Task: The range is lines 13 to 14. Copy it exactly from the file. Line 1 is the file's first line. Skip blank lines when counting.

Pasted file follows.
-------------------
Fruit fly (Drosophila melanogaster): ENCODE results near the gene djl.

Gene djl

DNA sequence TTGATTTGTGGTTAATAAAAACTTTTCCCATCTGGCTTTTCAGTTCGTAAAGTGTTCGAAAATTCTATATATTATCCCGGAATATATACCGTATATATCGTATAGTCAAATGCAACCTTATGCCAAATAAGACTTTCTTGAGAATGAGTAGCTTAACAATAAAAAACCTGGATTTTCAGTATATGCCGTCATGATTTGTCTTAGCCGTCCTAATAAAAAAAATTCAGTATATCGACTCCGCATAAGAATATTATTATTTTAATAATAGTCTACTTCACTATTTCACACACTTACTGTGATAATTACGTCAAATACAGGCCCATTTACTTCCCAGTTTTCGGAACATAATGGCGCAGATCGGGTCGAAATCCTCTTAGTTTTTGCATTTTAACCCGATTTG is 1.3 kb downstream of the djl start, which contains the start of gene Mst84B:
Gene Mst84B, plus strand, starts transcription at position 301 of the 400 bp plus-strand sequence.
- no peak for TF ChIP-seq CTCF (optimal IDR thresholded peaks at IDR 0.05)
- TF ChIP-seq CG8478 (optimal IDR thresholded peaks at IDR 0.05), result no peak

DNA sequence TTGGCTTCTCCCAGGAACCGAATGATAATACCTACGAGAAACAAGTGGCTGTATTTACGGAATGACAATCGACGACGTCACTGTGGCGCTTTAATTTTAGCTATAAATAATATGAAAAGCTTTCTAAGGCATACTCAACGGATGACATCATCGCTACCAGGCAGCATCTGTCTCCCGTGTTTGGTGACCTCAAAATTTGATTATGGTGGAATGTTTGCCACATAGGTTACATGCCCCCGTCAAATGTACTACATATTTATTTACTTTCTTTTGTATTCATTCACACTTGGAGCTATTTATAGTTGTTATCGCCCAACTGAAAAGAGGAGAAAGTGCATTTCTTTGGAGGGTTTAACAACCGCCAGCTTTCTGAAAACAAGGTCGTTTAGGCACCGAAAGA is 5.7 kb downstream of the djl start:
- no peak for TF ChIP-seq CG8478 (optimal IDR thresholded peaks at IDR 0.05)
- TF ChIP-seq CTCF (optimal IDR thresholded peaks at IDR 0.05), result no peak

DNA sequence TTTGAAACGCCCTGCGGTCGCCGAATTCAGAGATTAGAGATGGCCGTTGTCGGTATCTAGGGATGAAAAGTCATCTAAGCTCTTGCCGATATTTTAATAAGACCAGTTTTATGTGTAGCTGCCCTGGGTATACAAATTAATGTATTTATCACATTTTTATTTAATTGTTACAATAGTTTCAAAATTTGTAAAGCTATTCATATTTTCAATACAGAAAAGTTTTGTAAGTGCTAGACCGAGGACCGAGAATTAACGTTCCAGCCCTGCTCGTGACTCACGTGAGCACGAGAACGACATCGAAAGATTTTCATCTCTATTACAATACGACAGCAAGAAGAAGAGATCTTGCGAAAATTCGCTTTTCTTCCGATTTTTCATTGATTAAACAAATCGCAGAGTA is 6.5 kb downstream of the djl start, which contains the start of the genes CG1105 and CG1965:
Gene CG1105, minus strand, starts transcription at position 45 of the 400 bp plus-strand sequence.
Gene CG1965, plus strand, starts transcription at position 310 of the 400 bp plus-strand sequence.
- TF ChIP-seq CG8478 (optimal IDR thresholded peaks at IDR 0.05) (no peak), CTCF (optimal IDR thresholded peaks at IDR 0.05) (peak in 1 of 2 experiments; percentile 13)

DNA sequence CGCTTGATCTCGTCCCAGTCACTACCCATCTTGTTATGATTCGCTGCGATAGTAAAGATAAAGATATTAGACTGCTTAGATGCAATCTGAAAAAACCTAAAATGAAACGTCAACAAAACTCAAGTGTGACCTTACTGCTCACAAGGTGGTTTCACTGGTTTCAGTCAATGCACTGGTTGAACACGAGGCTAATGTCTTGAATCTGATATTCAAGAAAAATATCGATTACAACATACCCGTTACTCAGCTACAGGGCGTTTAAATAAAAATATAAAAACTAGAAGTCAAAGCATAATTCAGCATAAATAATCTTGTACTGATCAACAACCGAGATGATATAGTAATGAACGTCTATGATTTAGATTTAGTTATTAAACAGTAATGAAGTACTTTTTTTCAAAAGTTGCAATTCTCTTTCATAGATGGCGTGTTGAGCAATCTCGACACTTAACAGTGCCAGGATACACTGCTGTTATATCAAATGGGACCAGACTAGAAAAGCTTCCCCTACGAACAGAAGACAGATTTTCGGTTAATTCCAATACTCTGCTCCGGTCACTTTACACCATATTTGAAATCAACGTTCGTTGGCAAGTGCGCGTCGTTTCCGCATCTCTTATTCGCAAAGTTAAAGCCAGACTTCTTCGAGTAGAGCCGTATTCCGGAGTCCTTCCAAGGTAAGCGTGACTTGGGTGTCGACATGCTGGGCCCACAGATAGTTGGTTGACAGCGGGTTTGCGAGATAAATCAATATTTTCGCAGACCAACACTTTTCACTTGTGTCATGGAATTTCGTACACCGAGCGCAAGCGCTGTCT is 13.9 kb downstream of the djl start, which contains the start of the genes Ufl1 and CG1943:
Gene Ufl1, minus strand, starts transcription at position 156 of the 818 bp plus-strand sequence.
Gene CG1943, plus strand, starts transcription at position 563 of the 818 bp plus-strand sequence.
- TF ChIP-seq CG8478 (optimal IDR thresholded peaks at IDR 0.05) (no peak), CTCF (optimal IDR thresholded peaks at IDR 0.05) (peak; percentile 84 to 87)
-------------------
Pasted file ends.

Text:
- TF ChIP-seq CG8478 (optimal IDR thresholded peaks at IDR 0.05) (no peak), CTCF (optimal IDR thresholded peaks at IDR 0.05) (peak in 1 of 2 experiments; percentile 13)

DNA sequence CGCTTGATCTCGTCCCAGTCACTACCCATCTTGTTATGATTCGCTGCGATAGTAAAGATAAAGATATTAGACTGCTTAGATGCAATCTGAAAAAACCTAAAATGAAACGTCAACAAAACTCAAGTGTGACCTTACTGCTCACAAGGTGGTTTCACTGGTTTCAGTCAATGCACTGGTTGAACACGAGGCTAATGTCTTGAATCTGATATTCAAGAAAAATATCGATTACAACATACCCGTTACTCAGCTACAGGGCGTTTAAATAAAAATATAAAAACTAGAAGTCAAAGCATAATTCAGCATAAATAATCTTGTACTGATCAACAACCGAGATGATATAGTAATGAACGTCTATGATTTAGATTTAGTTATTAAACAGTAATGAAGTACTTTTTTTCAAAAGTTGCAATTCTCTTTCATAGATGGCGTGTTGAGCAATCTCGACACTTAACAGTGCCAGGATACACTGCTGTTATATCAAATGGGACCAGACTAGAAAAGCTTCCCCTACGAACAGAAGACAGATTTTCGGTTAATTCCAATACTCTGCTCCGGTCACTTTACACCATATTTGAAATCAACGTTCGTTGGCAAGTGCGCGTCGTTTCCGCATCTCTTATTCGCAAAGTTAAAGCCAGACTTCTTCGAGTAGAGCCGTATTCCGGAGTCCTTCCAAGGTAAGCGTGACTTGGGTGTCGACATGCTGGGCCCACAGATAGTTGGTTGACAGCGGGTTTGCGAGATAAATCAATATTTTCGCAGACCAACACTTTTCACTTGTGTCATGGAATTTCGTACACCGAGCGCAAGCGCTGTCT is 13.9 kb downstream of the djl start, which contains the start of the genes Ufl1 and CG1943: